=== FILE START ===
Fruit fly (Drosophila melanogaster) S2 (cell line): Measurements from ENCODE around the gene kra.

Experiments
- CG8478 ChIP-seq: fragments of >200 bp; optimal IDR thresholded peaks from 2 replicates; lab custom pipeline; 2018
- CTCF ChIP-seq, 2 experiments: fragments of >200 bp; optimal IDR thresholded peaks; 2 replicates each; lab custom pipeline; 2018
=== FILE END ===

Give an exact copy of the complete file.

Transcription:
Fruit fly (Drosophila melanogaster) S2 (cell line): Measurements from ENCODE around the gene kra.

Experiments
- CG8478 ChIP-seq: fragments of >200 bp; optimal IDR thresholded peaks from 2 replicates; lab custom pipeline; 2018
- CTCF ChIP-seq, 2 experiments: fragments of >200 bp; optimal IDR thresholded peaks; 2 replicates each; lab custom pipeline; 2018